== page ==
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The Head-Heart Connection

Did you know that your mental health also affects your heart health? While we think of our physical health, diet, and activity level when assessing our heart health, our mental health is often overlooked. Along with risky health behaviors associated with mental health issues, research shows that the chemical and biological factors that trigger mental health issues could also influence heart disease. February is Heart Month and it's time to start paying attention to this important connection.

The Connection

Many mental health issues can increase your risk for heart disease. People experiencing mental health issues over a long period of time can have physiological effects like increased heart rate or blood pressure, reduced blood flow to the heart, and heightened levels of cortisol. Over time, this can lead to calcium buildup in the arteries, metabolic disease, and heart disease.

Additionally, some (not all) medicines used to treat mental health disorders have also been associated with obesity, insulin resistance and diabetes, all of which increase the risk for heart disease. Lastly, mental health disorders can also affect a person’s coping strategies and lifestyle choices, especially if they go untreated. Behaviors like smoking, an inactive lifestyle, trouble sleeping, or failure to take prescribed medicines can all play a role in heart health as well.

Everybody reacts to stress and mental health issues differently, but it is important to pay attention to this head-heart connection. Some of the most commonly studied mental health disorders associated with an increased risk of heart disease are:

  • Mood Disorders like major depression or bipolar disorder can significantly increase your risk for heart attack or stroke. Clinically depressed people are twice as likely to experience a heart attack for as long as 10 years after their first depressive episode.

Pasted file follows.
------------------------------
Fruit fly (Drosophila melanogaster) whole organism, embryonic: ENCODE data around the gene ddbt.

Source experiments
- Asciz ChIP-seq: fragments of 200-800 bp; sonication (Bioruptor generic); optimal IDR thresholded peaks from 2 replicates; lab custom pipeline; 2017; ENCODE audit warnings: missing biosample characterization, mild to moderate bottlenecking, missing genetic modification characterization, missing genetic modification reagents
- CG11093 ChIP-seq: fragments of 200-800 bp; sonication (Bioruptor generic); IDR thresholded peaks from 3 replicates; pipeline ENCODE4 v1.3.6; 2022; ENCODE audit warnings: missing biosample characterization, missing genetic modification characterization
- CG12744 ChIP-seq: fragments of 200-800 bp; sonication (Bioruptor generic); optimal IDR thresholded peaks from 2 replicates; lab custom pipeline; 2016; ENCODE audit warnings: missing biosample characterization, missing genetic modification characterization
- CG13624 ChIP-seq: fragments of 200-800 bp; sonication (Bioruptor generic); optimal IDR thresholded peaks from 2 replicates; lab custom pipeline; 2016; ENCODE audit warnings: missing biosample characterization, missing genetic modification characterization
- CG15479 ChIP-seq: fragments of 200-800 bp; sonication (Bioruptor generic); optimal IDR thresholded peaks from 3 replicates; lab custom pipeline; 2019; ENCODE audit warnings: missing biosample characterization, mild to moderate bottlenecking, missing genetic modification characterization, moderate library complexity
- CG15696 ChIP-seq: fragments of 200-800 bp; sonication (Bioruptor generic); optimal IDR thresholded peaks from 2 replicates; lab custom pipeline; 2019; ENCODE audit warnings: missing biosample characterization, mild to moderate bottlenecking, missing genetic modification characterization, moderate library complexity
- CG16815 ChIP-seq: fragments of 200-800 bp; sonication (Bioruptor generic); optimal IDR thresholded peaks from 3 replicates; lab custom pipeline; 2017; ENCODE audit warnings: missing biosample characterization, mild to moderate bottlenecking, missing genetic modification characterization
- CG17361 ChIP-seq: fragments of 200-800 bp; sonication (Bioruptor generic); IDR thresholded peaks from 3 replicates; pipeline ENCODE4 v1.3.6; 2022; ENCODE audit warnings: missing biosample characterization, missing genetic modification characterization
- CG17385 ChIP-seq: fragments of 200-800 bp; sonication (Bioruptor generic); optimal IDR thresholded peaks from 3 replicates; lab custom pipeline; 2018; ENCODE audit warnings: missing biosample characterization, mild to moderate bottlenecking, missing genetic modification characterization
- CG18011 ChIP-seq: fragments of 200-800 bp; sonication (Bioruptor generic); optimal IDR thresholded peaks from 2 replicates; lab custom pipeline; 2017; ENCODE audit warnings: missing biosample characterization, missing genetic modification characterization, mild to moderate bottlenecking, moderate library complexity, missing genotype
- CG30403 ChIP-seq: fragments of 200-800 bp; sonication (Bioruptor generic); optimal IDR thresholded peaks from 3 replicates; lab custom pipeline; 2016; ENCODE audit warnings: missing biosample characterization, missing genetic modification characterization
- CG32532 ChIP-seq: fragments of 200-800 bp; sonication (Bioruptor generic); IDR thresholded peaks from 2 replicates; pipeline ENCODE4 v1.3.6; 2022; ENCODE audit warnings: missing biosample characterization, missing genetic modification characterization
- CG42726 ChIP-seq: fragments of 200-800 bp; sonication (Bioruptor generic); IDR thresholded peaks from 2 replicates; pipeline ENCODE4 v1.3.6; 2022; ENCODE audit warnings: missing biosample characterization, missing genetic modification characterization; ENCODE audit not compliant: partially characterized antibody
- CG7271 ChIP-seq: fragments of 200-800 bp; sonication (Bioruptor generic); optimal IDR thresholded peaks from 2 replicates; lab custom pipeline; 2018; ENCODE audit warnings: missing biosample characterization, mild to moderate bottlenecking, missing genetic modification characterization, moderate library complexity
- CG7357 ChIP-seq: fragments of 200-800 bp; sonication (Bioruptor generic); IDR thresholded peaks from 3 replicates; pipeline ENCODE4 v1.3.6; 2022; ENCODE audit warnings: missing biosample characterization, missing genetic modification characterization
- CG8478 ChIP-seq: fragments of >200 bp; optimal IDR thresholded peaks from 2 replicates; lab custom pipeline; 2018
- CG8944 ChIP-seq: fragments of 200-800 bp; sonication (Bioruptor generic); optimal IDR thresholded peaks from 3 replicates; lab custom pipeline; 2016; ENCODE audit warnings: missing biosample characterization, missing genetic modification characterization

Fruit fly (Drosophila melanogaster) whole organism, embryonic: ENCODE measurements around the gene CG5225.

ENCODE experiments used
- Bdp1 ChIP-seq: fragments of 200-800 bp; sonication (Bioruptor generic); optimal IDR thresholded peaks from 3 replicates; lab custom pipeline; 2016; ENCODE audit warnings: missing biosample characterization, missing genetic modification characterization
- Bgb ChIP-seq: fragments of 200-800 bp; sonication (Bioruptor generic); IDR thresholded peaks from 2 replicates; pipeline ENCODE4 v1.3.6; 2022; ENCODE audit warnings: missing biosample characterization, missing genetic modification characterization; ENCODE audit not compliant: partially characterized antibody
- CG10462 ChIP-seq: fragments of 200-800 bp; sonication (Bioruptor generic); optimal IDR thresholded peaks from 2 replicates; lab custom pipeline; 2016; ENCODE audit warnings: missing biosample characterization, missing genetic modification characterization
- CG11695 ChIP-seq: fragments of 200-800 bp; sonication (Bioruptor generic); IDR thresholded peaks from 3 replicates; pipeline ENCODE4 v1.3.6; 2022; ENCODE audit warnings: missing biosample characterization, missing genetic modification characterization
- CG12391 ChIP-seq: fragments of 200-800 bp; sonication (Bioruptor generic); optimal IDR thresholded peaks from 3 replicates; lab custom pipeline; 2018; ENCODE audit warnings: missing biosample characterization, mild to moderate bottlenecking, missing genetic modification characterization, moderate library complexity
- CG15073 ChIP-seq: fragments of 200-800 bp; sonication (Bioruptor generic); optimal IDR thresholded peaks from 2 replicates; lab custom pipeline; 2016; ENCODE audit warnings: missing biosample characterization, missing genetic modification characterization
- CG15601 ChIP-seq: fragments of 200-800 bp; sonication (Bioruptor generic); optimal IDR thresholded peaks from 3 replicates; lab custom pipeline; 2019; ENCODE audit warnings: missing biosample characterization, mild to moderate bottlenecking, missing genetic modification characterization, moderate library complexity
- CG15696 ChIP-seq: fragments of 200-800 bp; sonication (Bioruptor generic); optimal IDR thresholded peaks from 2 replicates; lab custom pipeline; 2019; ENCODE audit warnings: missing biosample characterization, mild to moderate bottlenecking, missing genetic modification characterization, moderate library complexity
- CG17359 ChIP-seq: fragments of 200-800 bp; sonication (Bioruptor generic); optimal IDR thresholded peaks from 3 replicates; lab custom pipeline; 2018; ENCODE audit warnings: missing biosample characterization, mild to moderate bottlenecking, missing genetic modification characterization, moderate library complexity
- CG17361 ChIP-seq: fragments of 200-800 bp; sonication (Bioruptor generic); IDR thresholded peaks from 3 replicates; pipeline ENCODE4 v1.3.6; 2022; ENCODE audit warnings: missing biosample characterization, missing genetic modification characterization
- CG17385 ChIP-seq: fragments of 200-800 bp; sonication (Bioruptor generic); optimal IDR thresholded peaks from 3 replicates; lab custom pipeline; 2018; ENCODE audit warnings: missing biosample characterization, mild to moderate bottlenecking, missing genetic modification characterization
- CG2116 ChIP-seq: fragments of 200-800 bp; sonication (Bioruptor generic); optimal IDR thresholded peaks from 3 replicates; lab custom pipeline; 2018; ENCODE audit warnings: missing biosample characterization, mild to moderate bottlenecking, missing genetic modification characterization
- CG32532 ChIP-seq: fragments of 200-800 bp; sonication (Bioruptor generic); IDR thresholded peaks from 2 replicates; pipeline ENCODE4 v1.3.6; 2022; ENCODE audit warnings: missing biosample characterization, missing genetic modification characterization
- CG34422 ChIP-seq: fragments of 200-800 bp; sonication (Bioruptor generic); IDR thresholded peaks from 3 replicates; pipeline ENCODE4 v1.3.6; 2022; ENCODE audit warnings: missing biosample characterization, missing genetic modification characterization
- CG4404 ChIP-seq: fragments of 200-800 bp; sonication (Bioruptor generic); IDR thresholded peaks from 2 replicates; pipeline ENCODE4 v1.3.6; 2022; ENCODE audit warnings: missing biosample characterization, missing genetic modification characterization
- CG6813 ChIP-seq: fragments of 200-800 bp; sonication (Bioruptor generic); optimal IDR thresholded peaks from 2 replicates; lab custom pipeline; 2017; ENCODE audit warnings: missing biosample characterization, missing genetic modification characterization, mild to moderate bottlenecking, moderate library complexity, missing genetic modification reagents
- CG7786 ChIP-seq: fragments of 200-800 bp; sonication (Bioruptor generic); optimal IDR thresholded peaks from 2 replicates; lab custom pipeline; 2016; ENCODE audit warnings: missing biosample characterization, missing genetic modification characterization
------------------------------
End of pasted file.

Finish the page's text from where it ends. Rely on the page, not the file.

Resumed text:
• Anxiety Disorders including generalized anxiety, social anxiety, PTSD, panic disorders, and phobias cause people to respond to certain objects or situations with fear, dread, or terror. This puts extra strain on your heart. A severe anxiety attack can even mimic the symptoms of a heart attack.

  • Chronic stress can contribute to abnormally high blood pressure and circulation problems. How you handle stress influences how your cardiovascular system responds. Stress can increase hormones like adrenaline and cortisol which can impact your blood pressure and heart rate

Cardiovascular Recovery & Risk for Mental Health Problems

After a heart attack, stroke, or invasive procedure like open-heart surgery it is normal to experience depression or anxiety. The immediate shock of a near-death experience along with the length of recovery and fear that another, possibly more serious event could occur, can contribute to mental health issues. These mental health issues can complicate recovery from a heart attack, stroke, or another cardiac event. It is important to get help right away and not dismiss these feelings. According to the APA, “ Prolonged depression in patients with cardiovascular disease has been shown to contribute to subsequent heart attacks and strokes.”

What You Can Do

  • Don’t ignore mental health concerns. It is important to get help right away. Talk to your healthcare provider about how you are feeling both physically and mentally. They will be able to refer you to or help you find the treatment or support you need.

  • Avoid trying to fix every problem at once. Finding the help you need will help you manage your mental and heart health, set reasonable goals, and work towards meeting them.

  • Check-in with yourself and your loved ones, especially those dealing with heart disease or stroke.

  • Look for ways to reduce stress in your life and learn how to better manage your stress.

  • Find local mental health treatment and support resources from The Hub.

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